Tuesday, 16 March 2010

Deon Grant's departure and Taylor Mays

By Rob Staton
The Seahawks released starting strong safety Deon Grant yesterday, igniting a lot of talk that it's a sign of intent that Seattle will draft a safety early. I particularly enjoyed Jon's remark in the comments section: "What's the over/under on Mel Kiper mocking Eric Berry to the Hawks? I say 20 hours, take the under."

On a more serious note, I'm not sure the Seahawks would entertain drafting a safety as high as 6th overall - the pick it would take to secure the Tennessee product. Even with a hole created in the secondary since Grant's departure, it would appear to be something of a luxury considering the continued lack of a pass rush - not to mention the laundry list of long and short term needs on offense. Nevertheless, you would imagine someone will be added at some stage with only Jordan Babineaux and Jamar Adams the recognised safety's left on the roster.

Resident scout Kyle Rota raised the following points and I think he's made a very solid judgement call. Let's say the Seahawks did draft Berry and paired him with Babineaux in the secondary. Your two starters would be 5'11", 211lbs (Berry) and 6'0" and 200lbs (Babineaux). Neither are physically imposing players and despite many reports to the contrary, I still hold some concerns about Berry's ability in run support and particularly his tackling. I also expect his playing weight will be nearer the 200lbs mark than the 211lbs listed at the combine. As a partnership, it would almost be like playing four starting cornerbacks. In comparison, Deon Grant was 6'2", 210lbs.

There's been a lot of negative reports on Mays. I've voiced some concerns about his ability in coverage and reliance on the big hit rather than playing the ball. But what Mays did afford Pete Carroll at USC was the ability to use a lot of eight-man fronts. Mays hasn't just got linebacker size to stand up against the run - he's also got (as proven at the combine) unique, blistering speed to get back and cover if the pass is called. That makes it incredibly hard for an opposition offense to get a read on the defense. You can potentially commit more up front to the rush too, knowing you have that size/speed combo as your last line of defense. In run support, there are also some positives in Mays' game as he has the size to bring down bigger running backs but the speed to keep up with the nimble guys too. One of the more memorable moments during the 2009 season for me personally was watching Mays shadow Jahvid Best as he bounced out wide before bringing him down for a short loss. Not many guys keep up with Jahvid Best when he finds the edge.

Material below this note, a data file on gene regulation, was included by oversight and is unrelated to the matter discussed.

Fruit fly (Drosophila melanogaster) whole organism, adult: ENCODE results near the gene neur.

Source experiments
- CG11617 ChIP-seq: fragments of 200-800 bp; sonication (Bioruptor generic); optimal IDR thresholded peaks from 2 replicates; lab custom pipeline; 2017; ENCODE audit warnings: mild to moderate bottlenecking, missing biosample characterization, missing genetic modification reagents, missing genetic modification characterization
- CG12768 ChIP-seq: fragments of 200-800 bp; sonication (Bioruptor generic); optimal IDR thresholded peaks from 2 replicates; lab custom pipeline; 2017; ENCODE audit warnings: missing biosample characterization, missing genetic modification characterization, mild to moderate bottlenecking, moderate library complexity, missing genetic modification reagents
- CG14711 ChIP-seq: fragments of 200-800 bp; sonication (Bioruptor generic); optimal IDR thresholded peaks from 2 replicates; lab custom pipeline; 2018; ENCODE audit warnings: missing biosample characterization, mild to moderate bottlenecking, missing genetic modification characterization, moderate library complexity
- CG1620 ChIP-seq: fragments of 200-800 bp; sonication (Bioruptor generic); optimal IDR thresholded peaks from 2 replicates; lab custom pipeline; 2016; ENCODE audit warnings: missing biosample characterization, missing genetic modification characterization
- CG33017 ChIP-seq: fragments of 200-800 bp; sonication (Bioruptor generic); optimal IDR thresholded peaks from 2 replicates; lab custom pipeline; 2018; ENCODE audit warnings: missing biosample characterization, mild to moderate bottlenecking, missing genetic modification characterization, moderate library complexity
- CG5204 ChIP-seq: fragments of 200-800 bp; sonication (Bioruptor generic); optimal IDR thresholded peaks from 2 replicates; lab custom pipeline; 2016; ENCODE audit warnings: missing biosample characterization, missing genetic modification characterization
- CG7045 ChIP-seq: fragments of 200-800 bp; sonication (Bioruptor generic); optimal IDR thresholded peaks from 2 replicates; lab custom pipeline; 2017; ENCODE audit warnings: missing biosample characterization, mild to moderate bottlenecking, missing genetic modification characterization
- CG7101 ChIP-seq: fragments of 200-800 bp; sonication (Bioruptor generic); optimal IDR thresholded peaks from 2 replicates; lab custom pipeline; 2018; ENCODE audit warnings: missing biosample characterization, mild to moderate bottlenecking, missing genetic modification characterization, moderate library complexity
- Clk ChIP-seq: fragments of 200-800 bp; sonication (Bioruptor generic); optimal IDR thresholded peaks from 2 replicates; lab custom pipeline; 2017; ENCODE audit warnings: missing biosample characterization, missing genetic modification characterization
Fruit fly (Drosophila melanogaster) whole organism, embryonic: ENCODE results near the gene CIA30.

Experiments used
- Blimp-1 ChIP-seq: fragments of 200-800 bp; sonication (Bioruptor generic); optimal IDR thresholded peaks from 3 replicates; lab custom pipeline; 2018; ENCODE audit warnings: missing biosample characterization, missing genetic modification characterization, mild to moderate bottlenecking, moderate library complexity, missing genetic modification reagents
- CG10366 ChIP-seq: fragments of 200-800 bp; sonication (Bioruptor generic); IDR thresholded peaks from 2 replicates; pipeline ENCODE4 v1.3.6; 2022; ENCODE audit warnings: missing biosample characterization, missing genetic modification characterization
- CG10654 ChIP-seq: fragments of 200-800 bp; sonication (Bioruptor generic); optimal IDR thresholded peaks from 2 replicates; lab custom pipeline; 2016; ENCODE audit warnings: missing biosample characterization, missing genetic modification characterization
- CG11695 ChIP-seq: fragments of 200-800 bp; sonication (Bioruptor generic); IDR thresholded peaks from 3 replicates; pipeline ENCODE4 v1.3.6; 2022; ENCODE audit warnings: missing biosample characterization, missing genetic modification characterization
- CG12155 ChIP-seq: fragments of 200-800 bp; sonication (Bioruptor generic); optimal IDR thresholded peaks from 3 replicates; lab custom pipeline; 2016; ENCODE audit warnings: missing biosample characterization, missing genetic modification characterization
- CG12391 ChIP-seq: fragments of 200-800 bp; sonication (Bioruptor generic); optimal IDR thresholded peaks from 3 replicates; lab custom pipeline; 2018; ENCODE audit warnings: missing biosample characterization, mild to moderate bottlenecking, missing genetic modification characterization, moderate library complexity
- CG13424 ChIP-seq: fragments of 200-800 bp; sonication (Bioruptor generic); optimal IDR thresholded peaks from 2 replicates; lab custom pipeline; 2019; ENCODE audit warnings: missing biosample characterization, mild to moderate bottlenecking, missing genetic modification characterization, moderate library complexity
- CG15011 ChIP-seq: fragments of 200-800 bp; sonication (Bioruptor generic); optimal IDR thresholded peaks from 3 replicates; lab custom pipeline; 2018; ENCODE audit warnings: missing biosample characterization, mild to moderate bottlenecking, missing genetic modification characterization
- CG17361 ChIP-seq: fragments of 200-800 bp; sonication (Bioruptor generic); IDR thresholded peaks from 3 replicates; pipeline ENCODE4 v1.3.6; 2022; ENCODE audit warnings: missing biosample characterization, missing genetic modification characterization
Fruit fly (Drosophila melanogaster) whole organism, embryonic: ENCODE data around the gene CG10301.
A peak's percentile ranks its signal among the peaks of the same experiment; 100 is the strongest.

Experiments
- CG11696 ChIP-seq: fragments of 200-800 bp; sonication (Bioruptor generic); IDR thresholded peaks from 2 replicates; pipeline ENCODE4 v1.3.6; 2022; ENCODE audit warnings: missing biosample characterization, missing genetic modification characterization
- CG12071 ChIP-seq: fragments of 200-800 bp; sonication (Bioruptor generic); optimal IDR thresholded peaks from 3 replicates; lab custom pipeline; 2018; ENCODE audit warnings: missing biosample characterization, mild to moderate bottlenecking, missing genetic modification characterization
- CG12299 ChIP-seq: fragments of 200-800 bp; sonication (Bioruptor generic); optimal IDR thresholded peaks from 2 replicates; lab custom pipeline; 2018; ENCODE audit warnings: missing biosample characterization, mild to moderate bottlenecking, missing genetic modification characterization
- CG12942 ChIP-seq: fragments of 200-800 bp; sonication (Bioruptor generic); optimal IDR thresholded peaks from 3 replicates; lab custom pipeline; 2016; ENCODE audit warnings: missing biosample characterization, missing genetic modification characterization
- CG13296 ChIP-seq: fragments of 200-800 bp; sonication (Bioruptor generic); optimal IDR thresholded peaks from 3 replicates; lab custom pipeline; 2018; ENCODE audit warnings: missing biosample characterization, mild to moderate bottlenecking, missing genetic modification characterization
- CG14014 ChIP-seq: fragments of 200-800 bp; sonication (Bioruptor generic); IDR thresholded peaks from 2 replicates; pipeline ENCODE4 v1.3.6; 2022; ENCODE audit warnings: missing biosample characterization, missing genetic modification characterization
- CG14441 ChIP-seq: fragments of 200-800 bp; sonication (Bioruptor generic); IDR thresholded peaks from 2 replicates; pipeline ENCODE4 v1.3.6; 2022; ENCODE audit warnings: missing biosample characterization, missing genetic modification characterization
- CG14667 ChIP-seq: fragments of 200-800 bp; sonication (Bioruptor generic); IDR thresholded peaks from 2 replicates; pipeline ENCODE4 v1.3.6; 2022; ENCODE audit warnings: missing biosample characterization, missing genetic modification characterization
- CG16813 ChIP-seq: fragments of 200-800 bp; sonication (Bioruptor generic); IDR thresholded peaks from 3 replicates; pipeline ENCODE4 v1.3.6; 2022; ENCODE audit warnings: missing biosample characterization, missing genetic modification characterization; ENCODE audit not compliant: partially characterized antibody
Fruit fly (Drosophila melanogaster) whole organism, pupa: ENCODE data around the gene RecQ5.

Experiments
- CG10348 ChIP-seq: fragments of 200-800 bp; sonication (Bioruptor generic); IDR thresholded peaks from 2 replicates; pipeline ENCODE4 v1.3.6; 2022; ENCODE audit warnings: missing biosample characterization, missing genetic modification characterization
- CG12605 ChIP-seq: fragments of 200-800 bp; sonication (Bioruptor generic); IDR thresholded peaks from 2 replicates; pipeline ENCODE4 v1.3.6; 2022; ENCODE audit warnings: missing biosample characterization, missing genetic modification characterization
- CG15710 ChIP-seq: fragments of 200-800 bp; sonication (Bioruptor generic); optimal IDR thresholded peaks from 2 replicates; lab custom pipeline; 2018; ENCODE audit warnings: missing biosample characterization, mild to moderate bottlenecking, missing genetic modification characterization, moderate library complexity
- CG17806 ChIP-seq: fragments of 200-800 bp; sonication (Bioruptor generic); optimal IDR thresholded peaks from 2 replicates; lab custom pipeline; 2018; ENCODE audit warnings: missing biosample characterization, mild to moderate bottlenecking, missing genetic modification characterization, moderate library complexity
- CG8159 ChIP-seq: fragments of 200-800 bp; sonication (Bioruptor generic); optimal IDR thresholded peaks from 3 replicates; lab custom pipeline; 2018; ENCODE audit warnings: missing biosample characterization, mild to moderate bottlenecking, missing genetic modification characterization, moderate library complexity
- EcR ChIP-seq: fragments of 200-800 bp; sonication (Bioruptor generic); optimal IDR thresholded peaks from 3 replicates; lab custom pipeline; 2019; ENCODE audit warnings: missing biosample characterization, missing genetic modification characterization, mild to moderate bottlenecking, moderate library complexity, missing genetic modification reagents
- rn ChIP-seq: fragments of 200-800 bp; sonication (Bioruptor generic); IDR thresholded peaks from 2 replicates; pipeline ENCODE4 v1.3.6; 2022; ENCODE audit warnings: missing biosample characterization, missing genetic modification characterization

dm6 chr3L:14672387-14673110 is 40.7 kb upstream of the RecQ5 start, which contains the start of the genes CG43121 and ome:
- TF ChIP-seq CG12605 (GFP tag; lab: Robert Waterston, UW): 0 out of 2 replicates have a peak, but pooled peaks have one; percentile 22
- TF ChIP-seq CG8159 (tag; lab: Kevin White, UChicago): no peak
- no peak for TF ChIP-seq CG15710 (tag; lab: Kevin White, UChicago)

Are the Seahawks more likely to draft a safety high after Grant's release? I'm still sceptical. Whether Seattle would potentially take Mays at #14 is debatable - it's still the same kind of luxury discussed at the start of the article. But Pete Carroll did offer more glowing praise to Taylor Mays than many of the other big name prospects leaving the SoCal production line. He knew the value of Mays to his defense, even if it meant living with some of the obvious issues that came with it. That could be the case again in Seattle, as Carroll and his staff look to stamp their authority on both sides of the ball. Unlikely, perhaps, but I wouldn't rule it out either.

15 comments:

CLanterman said...

If we draft Mays, I think I'll revolt as a Seahawks fan. I know he's athletic as hell, but I'm not a fan in the slightest.

Rob Staton said...

I think it's unlikely, but I'm loathe to rule it out.

akki said...

Bob Sanders and Antoine Bethea play a cover two and aren't big either. Of course, Sanders hits like someone weighing 20 lbs more.

Rob, the best thing about this blog is that the writers don't just see things in black and white, and try to explain that different points of view also have some validity. It's a good change from mass media types who are paid to develop strong opinions and ignore contrary evidence. It may generate buzz and ratings but gets annoying after a while.

That said, since I agree with CLanterman, heh heh. I watched the USC-Stanford game and hitting power is nothing when you can't get a clean shot on Gerhart because you were a split second late in your reactions. That's even though you knew he was getting the ball.

Anonymous said...

Akwasi Owusu-Ansah I think is also a possibility. Hes big (6-1/207), had an impressive combine and an even more impressive pro day (4.31 40). He played CB in college but a lot of scouts are thinking he might play safety as well. He is also a solid return guy!

Dan Alexander said...

What about Earl Thomas at #14?


I personally like that pick better than Berry at 6 or Mays period. I'm not a Mays hater, have doubts obviously and think his athletic abilities force whoever drafts him to take him earlier than his football abilities are worth. But with him, you HAVE to take him early, he wont fall to where his actual on-field value is.

DSAhawker via google identity :)

CLanterman said...

Earl Thomas is like Berry in that he's a bit on the small side when it comes to safeties.